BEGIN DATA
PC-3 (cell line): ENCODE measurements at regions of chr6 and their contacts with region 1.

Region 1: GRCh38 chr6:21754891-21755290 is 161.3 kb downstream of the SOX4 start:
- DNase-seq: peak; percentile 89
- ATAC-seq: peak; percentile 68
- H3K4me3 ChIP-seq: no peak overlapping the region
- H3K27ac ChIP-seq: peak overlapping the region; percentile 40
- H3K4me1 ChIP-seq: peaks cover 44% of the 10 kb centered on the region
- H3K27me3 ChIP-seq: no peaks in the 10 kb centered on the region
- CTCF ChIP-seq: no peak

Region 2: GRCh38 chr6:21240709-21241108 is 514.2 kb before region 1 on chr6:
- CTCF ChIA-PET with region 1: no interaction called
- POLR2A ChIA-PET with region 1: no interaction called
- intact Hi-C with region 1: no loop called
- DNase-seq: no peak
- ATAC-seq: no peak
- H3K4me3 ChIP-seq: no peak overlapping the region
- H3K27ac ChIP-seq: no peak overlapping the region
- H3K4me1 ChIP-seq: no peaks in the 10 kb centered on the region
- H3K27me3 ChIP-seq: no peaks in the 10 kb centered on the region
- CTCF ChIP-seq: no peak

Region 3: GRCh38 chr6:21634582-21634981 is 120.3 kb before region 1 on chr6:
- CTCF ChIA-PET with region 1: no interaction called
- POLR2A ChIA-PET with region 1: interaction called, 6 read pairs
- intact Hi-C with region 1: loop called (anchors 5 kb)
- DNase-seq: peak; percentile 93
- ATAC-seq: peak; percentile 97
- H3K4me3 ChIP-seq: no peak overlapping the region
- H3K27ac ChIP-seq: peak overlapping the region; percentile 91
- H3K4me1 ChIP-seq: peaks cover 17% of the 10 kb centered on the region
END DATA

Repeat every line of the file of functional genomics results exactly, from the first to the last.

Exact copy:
PC-3 (cell line): ENCODE measurements at regions of chr6 and their contacts with region 1.

Region 1: GRCh38 chr6:21754891-21755290 is 161.3 kb downstream of the SOX4 start:
- DNase-seq: peak; percentile 89
- ATAC-seq: peak; percentile 68
- H3K4me3 ChIP-seq: no peak overlapping the region
- H3K27ac ChIP-seq: peak overlapping the region; percentile 40
- H3K4me1 ChIP-seq: peaks cover 44% of the 10 kb centered on the region
- H3K27me3 ChIP-seq: no peaks in the 10 kb centered on the region
- CTCF ChIP-seq: no peak

Region 2: GRCh38 chr6:21240709-21241108 is 514.2 kb before region 1 on chr6:
- CTCF ChIA-PET with region 1: no interaction called
- POLR2A ChIA-PET with region 1: no interaction called
- intact Hi-C with region 1: no loop called
- DNase-seq: no peak
- ATAC-seq: no peak
- H3K4me3 ChIP-seq: no peak overlapping the region
- H3K27ac ChIP-seq: no peak overlapping the region
- H3K4me1 ChIP-seq: no peaks in the 10 kb centered on the region
- H3K27me3 ChIP-seq: no peaks in the 10 kb centered on the region
- CTCF ChIP-seq: no peak

Region 3: GRCh38 chr6:21634582-21634981 is 120.3 kb before region 1 on chr6:
- CTCF ChIA-PET with region 1: no interaction called
- POLR2A ChIA-PET with region 1: interaction called, 6 read pairs
- intact Hi-C with region 1: loop called (anchors 5 kb)
- DNase-seq: peak; percentile 93
- ATAC-seq: peak; percentile 97
- H3K4me3 ChIP-seq: no peak overlapping the region
- H3K27ac ChIP-seq: peak overlapping the region; percentile 91
- H3K4me1 ChIP-seq: peaks cover 17% of the 10 kb centered on the region